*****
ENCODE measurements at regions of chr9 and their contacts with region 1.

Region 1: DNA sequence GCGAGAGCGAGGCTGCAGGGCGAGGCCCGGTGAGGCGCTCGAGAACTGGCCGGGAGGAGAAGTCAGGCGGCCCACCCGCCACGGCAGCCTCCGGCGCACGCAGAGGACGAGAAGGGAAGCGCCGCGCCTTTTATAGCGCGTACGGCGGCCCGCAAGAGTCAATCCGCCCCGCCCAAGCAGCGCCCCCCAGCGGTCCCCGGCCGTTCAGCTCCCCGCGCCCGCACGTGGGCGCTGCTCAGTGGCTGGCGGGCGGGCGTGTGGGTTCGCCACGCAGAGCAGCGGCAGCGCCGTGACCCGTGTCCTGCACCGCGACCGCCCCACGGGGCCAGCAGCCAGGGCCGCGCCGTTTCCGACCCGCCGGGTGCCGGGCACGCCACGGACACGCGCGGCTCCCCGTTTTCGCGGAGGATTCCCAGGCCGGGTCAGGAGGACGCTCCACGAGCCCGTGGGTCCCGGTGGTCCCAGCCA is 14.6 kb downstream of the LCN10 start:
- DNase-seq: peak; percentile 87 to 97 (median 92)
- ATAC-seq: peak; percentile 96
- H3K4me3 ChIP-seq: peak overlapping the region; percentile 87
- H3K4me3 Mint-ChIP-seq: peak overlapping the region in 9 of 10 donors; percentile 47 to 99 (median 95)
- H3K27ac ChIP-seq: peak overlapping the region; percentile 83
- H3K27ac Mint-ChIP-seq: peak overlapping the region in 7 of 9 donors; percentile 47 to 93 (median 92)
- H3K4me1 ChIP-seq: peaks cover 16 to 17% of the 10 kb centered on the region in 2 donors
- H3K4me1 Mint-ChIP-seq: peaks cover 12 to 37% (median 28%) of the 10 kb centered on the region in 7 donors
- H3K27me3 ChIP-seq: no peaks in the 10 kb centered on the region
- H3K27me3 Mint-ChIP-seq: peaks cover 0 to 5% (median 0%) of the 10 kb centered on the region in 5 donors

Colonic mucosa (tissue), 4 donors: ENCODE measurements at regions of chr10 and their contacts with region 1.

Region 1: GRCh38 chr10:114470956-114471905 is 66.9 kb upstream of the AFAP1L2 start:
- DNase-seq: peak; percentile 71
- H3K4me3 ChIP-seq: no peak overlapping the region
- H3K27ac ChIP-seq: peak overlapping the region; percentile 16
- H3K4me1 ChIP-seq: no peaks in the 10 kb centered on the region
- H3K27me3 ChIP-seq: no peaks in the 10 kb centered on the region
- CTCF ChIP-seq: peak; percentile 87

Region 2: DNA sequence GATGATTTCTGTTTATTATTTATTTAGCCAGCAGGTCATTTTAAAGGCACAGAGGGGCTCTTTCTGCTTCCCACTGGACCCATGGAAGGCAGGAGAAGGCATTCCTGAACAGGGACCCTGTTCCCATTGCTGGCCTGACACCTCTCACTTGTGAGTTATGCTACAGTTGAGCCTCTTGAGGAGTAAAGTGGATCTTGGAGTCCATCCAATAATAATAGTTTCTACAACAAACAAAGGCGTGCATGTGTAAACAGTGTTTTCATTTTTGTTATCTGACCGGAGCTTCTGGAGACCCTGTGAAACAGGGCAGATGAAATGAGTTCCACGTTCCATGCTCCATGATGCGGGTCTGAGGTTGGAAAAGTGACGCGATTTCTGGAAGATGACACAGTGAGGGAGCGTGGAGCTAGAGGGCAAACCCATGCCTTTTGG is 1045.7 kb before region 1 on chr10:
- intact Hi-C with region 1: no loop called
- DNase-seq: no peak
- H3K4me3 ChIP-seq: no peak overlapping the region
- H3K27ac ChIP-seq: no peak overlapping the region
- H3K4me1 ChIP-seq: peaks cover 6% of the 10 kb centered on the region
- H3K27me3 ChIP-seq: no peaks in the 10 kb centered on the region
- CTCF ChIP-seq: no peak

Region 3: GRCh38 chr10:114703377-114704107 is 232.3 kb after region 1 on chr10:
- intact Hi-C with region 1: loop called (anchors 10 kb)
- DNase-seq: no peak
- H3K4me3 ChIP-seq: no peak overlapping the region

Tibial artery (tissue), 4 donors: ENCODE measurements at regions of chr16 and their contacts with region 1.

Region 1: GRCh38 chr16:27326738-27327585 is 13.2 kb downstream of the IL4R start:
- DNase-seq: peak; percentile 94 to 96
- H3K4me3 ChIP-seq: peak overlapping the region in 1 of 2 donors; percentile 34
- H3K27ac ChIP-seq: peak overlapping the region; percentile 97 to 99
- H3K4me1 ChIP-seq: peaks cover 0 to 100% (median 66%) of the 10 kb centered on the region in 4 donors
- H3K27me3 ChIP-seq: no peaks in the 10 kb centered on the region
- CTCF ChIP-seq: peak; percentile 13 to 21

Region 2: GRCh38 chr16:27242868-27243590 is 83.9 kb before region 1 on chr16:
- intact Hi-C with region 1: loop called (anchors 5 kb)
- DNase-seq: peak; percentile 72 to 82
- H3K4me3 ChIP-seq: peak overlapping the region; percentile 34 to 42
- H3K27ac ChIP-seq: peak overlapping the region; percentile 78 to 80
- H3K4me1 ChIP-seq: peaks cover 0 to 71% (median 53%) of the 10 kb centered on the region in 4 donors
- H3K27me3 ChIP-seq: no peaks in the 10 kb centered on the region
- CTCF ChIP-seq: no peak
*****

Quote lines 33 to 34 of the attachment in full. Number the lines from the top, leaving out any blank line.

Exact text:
Tibial artery (tissue), 4 donors: ENCODE measurements at regions of chr16 and their contacts with region 1.

Region 1: GRCh38 chr16:27326738-27327585 is 13.2 kb downstream of the IL4R start: